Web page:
kick (oneself)

(redirected from kicking yourselves)

kick

1. noun, slang A sense of enjoyment, amusement, or excitement. Even as an adult, I still get a kick out of building sandcastles at the beach. She really gets a kick out of doing wheelies on her motorcycle in front of an audience.
2. noun, slang The strong sensation experienced from consuming something, such as a drug, a drink of alcohol, or a spicy food. Wow, that hot sauce has a real kick to it. My ears are burning!
3. noun, slang A shoe. Always used in the plural. Yo, check out those kicks. Are they original Jordans?
4. verb, slang To overcome an addiction. It took gum, patches, and counseling, but I've finally kicked smoking.

kick (oneself)

To reprove or rebuke oneself; to be angry with or disappointed in oneself. Usually used in continuous tenses. I knew I'd be kicking myself later if I came back and the bag was gone, so I went ahead and bought it. Plenty of companies are kicking themselves for not investing in the technology at an earlier stage.
See also: kick

kick oneself (for doing something)

Fig. to regret doing something. I could just kick myself for going off and not locking the car door. Now the car has been stolen. Don't kick yourself. It's insured.
See also: kick

kick oneself

Berate oneself, reproach one-self, as in I've been kicking myself all day for forgetting the keys. [Late 1800s]
See also: kick

kick yourself

If you kick yourself for doing something, you are annoyed with yourself for doing it. I was still kicking myself for not paying attention. I immediately regretted having said this — I could have kicked myself.
See also: kick

kick yourself

be annoyed with yourself for doing something foolish or missing an opportunity.
See also: kick

ˈkick yourself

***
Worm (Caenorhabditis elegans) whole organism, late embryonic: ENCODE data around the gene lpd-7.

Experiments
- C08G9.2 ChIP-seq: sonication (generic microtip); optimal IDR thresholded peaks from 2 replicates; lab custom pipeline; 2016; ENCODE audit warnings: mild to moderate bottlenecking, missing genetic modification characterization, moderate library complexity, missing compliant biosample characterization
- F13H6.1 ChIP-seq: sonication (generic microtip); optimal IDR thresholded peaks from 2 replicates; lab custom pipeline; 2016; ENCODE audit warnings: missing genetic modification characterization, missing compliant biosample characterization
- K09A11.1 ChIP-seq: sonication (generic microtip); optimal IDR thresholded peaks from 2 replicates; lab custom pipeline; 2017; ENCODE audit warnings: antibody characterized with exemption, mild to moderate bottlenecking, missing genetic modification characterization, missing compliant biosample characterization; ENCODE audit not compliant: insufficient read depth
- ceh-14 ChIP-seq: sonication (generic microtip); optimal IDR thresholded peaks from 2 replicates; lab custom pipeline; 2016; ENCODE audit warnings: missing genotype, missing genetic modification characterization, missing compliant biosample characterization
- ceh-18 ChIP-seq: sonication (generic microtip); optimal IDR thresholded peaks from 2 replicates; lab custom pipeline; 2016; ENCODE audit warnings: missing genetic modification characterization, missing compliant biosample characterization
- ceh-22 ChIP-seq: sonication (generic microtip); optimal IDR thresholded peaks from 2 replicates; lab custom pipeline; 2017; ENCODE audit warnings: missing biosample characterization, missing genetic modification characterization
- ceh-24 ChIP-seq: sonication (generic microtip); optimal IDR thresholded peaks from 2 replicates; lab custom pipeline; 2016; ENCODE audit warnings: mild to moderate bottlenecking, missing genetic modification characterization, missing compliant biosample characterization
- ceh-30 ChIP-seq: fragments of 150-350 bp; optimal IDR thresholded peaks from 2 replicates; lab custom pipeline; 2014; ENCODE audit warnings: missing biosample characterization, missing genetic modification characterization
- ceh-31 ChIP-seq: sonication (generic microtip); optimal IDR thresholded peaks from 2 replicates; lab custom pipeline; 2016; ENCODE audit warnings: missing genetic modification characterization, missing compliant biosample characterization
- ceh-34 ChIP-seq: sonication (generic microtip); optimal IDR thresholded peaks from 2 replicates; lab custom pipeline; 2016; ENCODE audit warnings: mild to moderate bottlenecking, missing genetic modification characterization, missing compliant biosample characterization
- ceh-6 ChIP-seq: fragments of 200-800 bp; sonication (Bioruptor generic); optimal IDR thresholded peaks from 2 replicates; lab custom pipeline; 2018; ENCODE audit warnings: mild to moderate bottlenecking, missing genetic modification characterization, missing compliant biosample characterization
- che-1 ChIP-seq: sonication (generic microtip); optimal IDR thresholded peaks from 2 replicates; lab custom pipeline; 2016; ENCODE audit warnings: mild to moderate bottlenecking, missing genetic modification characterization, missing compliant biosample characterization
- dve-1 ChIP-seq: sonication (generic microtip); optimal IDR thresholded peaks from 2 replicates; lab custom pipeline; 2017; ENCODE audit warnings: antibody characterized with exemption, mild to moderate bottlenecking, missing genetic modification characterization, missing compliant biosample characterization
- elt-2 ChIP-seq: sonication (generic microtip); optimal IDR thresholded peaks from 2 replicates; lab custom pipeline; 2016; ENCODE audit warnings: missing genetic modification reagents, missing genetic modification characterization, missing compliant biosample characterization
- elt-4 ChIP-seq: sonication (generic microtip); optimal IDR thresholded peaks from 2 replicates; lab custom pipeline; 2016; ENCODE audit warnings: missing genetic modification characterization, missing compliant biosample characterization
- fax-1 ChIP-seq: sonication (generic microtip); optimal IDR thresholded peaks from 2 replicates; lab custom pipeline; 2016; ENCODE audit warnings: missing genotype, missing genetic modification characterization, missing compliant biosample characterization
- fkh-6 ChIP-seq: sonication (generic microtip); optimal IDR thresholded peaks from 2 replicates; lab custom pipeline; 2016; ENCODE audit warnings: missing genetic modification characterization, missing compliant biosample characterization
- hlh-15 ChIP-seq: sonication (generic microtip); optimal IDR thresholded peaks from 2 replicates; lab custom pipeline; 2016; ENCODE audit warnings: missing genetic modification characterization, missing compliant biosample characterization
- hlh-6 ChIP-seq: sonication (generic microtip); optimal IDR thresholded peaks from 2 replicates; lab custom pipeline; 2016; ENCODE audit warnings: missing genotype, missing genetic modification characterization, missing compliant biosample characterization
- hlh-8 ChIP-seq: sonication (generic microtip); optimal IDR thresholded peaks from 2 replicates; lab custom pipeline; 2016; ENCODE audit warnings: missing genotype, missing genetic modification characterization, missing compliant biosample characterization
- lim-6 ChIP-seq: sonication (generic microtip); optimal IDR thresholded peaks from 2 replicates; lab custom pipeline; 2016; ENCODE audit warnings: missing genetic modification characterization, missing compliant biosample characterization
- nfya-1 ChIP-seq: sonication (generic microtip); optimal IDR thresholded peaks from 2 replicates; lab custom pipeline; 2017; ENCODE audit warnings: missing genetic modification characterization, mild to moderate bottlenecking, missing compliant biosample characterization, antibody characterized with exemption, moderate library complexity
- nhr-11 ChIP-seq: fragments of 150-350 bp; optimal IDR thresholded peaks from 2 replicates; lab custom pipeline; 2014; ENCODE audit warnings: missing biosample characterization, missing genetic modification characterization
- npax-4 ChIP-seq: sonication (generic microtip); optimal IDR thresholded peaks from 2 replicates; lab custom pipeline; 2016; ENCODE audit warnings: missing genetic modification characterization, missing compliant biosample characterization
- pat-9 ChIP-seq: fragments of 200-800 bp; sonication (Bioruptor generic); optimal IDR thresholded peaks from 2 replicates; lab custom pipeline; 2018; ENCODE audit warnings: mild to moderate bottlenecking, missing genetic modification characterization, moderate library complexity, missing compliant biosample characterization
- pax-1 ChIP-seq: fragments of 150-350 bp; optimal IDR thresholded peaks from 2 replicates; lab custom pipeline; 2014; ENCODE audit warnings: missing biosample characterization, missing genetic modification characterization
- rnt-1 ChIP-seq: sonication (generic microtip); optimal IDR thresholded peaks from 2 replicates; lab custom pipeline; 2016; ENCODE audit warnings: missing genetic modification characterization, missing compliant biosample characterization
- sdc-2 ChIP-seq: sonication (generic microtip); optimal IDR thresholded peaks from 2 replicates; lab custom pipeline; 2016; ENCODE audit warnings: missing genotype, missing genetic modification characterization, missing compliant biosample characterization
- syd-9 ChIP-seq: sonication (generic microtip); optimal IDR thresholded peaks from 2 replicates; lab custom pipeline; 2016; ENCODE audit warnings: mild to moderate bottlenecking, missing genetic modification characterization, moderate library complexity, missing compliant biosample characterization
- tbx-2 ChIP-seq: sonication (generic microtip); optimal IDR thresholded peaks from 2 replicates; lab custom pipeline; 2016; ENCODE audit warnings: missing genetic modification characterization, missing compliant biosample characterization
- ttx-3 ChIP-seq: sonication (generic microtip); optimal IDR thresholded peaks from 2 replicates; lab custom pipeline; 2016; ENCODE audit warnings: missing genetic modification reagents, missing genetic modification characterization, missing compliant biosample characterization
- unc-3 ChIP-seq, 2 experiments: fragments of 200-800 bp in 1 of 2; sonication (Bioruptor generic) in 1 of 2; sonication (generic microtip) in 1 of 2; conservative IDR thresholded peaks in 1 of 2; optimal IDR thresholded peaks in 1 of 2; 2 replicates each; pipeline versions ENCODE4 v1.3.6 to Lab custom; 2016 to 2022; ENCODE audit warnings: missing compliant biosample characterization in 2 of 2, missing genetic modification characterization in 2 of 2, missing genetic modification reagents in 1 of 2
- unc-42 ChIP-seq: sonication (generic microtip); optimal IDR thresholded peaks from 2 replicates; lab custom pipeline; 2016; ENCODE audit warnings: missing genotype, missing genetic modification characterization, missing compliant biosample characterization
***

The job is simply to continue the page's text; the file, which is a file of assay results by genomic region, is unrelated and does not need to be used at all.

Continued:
(informal) be angry with yourself for something you have done or not done: Buy it. It’s a real bargain. You’ll kick yourself if you don’t.I told John that Susan was really lazy. Then somebody told me that she was a good friend of his. I could have kicked myself for being so stupid.
See also: kick

kick

verb

kick

1. n. a charge or good feeling (from something); pleasure or enjoyment from something. (see also get a kick out of someone/something.) That song really gives me a kick. I love it!
2. n. the jolt from a drug or a drink of strong liquor. The kick nearly knocked Harry over.
3. tv. to break a drug addiction voluntarily. (Drugs.) I knew I had the guts in me somewhere to kick juice.
4. n. a complaint. You got another kick, troublemaker?
5. in. to complain. Why are you always kicking?
6. Go to kicks.
References in periodicals archive ?
You just have to hope it coincides with the worst weather rather than kicking yourselves because it's 16 degrees and the weather is excellent.
Just tune in or you'll be kicking yourselves for ever.
I said to them, 'Wait until they've won a couple of Brits and then you'll be kicking yourselves.
He comes to Sandown unbeaten in three races and, if you missed him at the time, you will still be kicking yourselves for not taking advantage of the 8-1 offered about him when the son of Buckskin landing his debut bumper success at Cheltenham in April.